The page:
to all you could lay claim to; nay, his majesty's goodness went so far as to employ your lordship in his service, and was pleased to honour you with the command of one of the independent companies that were raised some years ago in the Highlands, which you enjoyed for a very long time, so that both duty and gratitude ought to have influenced your lordship’s conduct at this critical juncture, and disposed you to have acted a part quite different from what you have done. But there are some men whom no duty can bind, nor no favour can oblige; and I am afraid, if a timely repentance do not prevent it, your lordship will not unjustly be ranked among that number. You now see, my lord, how unanimous the people of England are against the pretender, and what forces they are mustering to oppose him. The king has ordered home his troops, several noblemen have raised regiments at their own expense, and every county and corporation throughout the kingdom are entering into associations in defence of the present establishment; so that these few unhappy gentlemen who are engaged in this rebellion, will have armies after armies to encounter, and if your lordship entertains any hope of their success, you'll find your mistake when it is too late to amend it. What I would therefore propose to your lordship, as the only expedient left to rescue you from the hazard of a rigorous prosecution, is to recal your son and his men immediately. This step, I am persuaded, would produce several good consequences; for on the one hand, it would prevent many from joining the rebels, who now hang in suspense—and on the other, occasion a great many of those already engaged to desert, and retire to their respective habitations, and perhaps may be the means of crushing the rebellion without farther bloodshed, which would do your lordship a great deal of honour, and such a remarkable piece of service would be amply rewarded by the government. If you shall judge it proper, my lord, to follow this advice, it will give me a great deal of pleasure, as it will contribute to stop the progress of an unhappy civil war, that threatens us with endless calamities; but if your lordship continues obstinate, and will not order your men to disband and return home, I shall be obliged to take you into custody, be the event what it will, and then your lordship will run the risk of having your family extirpate,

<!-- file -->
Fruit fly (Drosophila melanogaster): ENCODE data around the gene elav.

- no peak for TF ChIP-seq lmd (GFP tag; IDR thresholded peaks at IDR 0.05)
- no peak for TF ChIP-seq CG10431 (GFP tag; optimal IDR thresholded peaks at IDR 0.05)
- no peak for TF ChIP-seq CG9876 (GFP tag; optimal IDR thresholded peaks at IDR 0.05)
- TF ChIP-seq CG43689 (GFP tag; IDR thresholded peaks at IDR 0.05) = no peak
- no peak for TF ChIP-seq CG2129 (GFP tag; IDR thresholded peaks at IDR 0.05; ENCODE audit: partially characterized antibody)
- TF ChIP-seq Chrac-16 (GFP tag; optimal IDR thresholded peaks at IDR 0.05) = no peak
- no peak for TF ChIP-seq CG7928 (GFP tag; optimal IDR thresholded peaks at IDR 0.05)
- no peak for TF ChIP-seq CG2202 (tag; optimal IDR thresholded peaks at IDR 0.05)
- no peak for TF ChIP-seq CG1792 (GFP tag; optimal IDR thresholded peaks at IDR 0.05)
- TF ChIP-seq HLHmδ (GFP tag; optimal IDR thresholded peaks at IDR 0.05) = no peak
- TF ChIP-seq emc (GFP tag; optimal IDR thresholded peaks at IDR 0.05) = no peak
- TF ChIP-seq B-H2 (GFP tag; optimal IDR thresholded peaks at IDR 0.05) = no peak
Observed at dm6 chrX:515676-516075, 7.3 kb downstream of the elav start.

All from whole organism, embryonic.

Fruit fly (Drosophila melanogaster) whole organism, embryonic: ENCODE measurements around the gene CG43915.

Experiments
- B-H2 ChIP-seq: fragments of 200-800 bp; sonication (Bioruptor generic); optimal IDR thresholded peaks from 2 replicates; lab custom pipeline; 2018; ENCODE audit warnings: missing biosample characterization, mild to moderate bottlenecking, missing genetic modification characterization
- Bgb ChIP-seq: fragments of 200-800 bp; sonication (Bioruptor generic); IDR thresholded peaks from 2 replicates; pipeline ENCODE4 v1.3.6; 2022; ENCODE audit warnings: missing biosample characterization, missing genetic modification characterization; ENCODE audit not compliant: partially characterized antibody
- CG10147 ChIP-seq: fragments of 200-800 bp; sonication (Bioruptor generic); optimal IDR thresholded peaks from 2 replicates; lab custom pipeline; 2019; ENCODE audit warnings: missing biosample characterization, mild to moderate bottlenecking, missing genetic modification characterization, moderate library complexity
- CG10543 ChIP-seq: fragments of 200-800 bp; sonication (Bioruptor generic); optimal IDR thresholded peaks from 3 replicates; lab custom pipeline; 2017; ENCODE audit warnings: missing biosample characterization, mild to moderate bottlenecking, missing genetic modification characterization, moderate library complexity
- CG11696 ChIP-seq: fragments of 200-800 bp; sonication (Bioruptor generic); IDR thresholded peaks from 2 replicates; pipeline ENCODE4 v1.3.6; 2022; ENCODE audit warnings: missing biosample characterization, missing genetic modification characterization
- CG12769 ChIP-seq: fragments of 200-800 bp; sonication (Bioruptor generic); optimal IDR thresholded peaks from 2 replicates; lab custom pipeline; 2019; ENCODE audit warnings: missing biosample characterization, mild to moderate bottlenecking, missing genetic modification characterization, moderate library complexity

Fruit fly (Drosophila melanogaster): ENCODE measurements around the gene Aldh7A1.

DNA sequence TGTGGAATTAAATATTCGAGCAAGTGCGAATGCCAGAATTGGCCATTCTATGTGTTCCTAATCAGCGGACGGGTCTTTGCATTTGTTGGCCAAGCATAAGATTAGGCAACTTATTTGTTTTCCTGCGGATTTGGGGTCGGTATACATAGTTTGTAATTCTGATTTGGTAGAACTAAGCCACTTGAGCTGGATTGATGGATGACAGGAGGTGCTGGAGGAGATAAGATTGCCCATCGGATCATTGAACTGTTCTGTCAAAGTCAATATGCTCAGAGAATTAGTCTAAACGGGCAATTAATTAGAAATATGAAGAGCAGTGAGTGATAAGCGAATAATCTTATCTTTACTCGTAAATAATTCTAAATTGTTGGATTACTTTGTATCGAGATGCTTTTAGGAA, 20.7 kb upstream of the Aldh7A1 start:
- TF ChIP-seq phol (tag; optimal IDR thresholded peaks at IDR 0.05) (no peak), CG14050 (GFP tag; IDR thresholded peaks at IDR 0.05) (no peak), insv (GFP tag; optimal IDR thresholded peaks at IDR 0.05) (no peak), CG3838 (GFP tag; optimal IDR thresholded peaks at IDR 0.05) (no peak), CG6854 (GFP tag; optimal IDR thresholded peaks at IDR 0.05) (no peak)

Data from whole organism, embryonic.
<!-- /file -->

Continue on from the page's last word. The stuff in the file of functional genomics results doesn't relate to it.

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as well as other of the Highland chiefs, when the rebellion is once quelled. Now, my lord, I have told you my sentiments pretty freely, and no less out of friendship to your lordship, than duty to the public. I might have advanced many other arguments to induce your lordship to follow my advice, but methinks what I have already said is sufficient, and so I shall,” &c.*